that are required or protected under'' the Sarbanes-Oxley Act of 2002, 
the Exchange Act, 18 U.S.C. 1513(e), ``and any other law, rule, or 
regulation subject to the jurisdiction of the Commission.'' \1\ As the 
Commission explained in the adopting release that accompanied the 
whistleblower rules, the reporting covered by this provision includes 
``report[s] to persons or governmental authorities other than the 
Commission.'' \2\ But on the other hand, the employment retaliation 
protections afforded to whistleblowers under Section 21F could be read 
as limited to only those individuals who provide the Commission with 
information; this is because under Section 21F(a)(6) the ``term 
`whistleblower' means any individual who provides . . . information 
relating to a violation of the securities laws to the Commission, in a 
manner established, by rule or regulation, by the Commission.'' 
(Emphasis added).
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    \1\ Section 21F(h)(1)(A) provides as follows: ``(A) In General. 
No employer may discharge, demote, suspend, threaten, harass, 
directly or indirectly, or in any other manner discriminate against, 
a whistleblower in the terms and conditions of employment because of 
any lawful act done by the whistleblower--(i) in providing 
information to the Commission in accordance with this section; (ii) 
in initiating, testifying in, or assisting in any investigation or 
judicial or administrative action of the Commission based upon or 
related to such information; or (iii) in making disclosures that are 
required or protected under the Sarbanes-Oxley Act of 2002 (15 
U.S.C. 7201 et seq.), this chapter [i.e., the Exchange Act], 
including section 78j-1(m) of this title [i.e., Section 10A(m) of 
the Exchange Act], section 1513(e) of Title 18, and any other law, 
rule, or regulation subject to the jurisdiction of the Commission.''
     Clause (iii), which is a catchall provision, provides 
employment retaliation protection for certain internal reporting at 
public companies and for certain disclosures to the U.S. Department 
of Justice by expressly incorporating the ``disclosures that are 
required or protected under the Sarbanes-Oxley Act,'' which includes 
Sarbanes-Oxley Section 806. Section 806, in turn, prohibits 
employment retaliation against an employee of a public company (or a 
subsidiary thereof) based on certain disclosures of securities law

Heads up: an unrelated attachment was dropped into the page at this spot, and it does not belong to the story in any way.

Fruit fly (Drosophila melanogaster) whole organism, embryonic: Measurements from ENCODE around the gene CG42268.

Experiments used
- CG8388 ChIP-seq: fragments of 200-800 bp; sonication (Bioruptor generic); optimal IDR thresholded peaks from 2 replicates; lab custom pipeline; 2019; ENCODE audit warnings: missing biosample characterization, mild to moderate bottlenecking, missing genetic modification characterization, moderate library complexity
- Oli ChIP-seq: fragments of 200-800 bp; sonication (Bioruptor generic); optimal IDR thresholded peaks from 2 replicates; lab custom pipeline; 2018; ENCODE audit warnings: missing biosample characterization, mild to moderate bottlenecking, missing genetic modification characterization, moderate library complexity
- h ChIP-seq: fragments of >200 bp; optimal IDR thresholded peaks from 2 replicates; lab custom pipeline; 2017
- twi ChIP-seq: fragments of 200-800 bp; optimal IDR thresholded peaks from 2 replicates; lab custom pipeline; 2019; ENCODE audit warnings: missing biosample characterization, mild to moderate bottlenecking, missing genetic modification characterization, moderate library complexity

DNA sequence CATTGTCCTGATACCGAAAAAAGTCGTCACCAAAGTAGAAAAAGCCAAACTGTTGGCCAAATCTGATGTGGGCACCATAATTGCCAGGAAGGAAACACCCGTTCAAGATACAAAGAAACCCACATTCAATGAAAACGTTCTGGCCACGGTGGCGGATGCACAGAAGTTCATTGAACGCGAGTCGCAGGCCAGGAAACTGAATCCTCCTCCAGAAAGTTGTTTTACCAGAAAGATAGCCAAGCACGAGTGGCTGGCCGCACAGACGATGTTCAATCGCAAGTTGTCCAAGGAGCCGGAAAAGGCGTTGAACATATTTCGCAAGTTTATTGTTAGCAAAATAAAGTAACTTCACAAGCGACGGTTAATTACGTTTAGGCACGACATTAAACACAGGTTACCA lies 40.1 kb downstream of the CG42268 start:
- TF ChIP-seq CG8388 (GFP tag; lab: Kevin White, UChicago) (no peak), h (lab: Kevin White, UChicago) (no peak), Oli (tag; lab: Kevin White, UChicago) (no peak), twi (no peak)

violations to ``a person with supervisory authority over the 
employee (or such other person working for the employer who has the 
authority to investigate, discovery, or terminate misconduct)'' or 
to a ``Federal regulatory or law enforcement agency.'' 15 U.S.C. 
1514A(1).
    \2\ Securities Whistleblower Incentives and Protections, 76 FR 
34300, 34304 (June 13, 2011) (emphasis in original).
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    To resolve this ambiguity, the Commission in Rule 21F-2 promulgated 
two separate definitions of ``whistleblower.'' These two definitions 
apply in different circumstances and each involves its own specified 
reporting procedures that must be satisfied in order for an individual 
to qualify under the particular definition. The first definition, which 
is set forth in Rule 21F-2(a), mirrors the statutory definition of 
whistleblower. It provides in pertinent part that an individual is ``a 
whistleblower if, alone or jointly with others, [the individual] 
provide[s] the Commission with information pursuant to the procedures 
set forth in [Rule] 21F-9(a).'' This definition of whistleblower 
applies only to the award and confidentiality provisions of Section 
21F.
    The second whistleblower definition, which is set forth in Rule 
21F-2(b)(1), provides in pertinent part that, ``[f]or purposes of the 
anti-retaliation protections afforded by Section 21F(h)(1) of the 
Exchange Act . . . , [an

[[Page 47830]]

individual is] a whistleblower if . . . [the individual] provide[d]